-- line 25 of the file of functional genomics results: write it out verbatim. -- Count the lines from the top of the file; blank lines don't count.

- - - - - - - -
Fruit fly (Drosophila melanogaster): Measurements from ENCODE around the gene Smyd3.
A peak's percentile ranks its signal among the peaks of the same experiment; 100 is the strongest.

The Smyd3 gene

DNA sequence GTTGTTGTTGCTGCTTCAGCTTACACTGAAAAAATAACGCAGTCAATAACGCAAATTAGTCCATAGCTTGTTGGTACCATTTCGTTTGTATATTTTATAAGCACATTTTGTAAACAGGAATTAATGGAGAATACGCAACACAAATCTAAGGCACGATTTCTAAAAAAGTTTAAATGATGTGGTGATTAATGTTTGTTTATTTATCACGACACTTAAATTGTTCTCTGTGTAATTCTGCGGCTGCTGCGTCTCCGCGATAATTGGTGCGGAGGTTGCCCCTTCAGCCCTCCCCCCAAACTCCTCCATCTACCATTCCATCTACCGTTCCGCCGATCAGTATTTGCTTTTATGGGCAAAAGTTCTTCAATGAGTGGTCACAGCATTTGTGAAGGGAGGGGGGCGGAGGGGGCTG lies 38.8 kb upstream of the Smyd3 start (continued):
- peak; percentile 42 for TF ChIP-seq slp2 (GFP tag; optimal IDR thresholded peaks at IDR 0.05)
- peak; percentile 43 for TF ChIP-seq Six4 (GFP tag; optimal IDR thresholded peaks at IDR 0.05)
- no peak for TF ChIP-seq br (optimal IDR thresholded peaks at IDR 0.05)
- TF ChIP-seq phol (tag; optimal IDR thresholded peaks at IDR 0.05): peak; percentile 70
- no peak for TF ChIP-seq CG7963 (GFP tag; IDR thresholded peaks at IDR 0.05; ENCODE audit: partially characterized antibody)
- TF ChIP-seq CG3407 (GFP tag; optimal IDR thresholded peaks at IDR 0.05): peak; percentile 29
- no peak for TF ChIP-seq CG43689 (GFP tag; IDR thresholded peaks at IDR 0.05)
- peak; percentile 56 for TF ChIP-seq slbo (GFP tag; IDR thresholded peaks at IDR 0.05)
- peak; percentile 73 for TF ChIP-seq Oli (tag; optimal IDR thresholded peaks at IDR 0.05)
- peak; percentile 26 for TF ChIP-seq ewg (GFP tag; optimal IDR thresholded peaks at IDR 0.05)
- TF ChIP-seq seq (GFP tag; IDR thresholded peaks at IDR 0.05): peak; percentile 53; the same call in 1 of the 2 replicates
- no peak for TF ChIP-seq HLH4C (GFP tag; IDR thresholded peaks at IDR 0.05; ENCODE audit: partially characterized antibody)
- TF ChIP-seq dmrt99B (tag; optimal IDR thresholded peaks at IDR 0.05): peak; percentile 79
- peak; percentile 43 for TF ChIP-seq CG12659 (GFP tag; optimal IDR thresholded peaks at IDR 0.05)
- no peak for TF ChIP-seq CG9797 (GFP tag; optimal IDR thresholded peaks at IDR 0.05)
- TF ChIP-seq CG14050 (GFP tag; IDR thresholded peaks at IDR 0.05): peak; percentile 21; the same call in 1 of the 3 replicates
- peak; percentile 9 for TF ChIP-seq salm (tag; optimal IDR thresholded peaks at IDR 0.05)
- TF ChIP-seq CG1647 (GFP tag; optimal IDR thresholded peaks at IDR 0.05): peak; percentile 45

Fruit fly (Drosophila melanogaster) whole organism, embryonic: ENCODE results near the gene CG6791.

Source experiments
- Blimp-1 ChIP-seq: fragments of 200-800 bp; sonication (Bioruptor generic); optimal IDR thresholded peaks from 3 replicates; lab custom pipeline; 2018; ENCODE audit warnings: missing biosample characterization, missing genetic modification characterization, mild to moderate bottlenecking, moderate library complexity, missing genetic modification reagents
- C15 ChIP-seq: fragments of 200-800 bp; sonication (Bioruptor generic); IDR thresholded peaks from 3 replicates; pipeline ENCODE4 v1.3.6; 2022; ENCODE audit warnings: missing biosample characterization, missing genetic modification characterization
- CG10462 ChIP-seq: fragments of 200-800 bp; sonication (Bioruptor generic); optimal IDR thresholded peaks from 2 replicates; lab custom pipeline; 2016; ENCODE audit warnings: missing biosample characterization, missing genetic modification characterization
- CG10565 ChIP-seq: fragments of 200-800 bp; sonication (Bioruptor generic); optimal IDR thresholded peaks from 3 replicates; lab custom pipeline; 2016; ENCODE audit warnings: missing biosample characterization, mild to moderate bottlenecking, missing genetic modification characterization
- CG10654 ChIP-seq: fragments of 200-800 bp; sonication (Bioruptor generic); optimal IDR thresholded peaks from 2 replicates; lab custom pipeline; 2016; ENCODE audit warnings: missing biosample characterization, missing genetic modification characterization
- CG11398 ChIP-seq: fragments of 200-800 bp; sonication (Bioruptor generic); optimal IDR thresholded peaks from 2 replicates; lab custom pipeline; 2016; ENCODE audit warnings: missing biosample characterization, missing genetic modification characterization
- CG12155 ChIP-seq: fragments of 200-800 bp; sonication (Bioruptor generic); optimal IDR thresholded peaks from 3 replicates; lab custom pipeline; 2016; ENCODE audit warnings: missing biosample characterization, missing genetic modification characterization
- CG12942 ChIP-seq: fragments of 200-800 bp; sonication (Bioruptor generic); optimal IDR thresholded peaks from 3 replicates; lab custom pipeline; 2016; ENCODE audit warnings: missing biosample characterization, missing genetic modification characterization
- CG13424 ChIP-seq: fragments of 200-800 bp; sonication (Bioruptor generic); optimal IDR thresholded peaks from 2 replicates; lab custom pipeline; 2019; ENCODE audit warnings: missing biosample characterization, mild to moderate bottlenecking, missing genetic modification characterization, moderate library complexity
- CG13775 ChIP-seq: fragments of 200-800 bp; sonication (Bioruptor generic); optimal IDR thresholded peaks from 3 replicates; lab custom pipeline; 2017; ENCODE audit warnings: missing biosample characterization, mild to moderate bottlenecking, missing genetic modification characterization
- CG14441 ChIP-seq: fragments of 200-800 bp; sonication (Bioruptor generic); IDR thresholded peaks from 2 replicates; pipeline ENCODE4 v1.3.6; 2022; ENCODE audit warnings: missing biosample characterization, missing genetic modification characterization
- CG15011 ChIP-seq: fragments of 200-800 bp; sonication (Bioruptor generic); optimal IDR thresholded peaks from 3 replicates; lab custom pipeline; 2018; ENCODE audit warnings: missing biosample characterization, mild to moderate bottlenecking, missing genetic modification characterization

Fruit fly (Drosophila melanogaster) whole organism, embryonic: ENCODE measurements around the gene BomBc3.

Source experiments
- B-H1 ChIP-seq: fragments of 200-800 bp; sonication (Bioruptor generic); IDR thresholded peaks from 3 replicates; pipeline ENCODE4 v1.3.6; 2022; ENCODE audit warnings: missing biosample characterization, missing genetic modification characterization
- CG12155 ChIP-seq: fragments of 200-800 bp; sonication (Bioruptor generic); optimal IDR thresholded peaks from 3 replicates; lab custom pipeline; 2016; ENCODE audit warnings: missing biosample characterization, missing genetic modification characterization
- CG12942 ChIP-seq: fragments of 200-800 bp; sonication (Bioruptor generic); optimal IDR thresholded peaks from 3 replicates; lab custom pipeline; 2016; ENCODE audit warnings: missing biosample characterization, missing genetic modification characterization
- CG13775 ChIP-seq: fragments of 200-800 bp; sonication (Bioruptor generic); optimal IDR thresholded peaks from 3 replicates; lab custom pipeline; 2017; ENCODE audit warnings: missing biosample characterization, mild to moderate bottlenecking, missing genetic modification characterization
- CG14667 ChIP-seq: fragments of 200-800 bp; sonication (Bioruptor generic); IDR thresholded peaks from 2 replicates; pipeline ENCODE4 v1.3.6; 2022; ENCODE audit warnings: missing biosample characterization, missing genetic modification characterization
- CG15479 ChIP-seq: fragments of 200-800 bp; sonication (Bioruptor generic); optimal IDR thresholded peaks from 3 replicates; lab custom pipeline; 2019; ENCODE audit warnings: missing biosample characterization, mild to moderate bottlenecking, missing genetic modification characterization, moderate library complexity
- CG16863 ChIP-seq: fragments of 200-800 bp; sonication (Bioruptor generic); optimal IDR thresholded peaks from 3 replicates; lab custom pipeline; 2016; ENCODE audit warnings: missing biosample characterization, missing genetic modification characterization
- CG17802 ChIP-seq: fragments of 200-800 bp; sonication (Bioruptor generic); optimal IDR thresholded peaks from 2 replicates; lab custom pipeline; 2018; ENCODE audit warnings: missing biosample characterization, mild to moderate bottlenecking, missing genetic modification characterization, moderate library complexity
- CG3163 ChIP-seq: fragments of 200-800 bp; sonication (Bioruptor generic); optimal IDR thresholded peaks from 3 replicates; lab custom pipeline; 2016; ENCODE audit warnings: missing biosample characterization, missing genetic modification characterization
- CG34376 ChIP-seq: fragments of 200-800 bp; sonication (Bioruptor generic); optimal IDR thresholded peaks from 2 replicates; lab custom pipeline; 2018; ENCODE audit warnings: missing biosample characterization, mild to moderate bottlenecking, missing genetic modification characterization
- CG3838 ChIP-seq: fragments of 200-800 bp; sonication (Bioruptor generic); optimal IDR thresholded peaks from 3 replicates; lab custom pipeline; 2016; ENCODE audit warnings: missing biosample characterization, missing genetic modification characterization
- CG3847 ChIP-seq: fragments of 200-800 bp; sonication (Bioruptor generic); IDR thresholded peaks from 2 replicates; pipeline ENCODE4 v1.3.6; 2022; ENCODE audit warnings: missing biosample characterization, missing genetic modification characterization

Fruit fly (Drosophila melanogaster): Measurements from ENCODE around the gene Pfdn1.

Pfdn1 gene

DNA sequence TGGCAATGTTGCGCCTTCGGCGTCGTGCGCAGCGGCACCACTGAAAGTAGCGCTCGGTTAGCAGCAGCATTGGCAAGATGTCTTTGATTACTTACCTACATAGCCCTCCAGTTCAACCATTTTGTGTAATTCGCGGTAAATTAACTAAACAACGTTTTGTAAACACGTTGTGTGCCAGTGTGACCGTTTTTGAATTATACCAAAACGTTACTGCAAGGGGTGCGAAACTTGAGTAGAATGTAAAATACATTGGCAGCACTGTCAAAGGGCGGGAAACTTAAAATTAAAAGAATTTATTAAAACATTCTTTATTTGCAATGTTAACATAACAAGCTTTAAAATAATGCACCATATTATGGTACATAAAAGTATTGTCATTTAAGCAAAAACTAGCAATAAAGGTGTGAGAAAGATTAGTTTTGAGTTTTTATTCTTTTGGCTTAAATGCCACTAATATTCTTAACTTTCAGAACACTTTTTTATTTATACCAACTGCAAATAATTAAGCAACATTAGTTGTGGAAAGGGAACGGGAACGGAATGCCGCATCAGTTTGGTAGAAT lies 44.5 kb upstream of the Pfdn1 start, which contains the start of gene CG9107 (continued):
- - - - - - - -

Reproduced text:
- Blimp-1 ChIP-seq: fragments of 200-800 bp; sonication (Bioruptor generic); optimal IDR thresholded peaks from 3 replicates; lab custom pipeline; 2018; ENCODE audit warnings: missing biosample characterization, missing genetic modification characterization, mild to moderate bottlenecking, moderate library complexity, missing genetic modification reagents